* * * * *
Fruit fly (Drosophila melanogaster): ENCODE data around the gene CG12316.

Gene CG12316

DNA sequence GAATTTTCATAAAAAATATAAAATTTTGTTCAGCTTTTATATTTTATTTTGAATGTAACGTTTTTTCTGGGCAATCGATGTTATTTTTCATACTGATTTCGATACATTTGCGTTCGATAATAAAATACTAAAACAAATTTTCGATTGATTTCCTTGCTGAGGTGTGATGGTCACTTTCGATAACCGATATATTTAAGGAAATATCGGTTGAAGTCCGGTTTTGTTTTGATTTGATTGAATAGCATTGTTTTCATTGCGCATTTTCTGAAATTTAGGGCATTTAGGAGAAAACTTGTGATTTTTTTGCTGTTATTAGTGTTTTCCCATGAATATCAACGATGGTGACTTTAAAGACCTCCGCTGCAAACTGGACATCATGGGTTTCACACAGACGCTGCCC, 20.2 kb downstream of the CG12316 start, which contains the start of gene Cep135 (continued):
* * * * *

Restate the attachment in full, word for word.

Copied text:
Fruit fly (Drosophila melanogaster): ENCODE data around the gene CG12316.

Gene CG12316

DNA sequence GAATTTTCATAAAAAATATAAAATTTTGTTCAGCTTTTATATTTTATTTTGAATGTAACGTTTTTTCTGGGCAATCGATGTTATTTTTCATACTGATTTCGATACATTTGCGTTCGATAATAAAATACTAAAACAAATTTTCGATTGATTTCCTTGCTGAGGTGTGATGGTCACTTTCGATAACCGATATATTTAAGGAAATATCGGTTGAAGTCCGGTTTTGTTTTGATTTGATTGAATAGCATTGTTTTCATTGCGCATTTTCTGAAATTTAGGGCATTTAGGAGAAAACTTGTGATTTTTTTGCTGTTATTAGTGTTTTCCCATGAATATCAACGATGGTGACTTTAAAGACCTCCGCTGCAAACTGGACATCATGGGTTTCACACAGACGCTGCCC, 20.2 kb downstream of the CG12316 start, which contains the start of gene Cep135 (continued):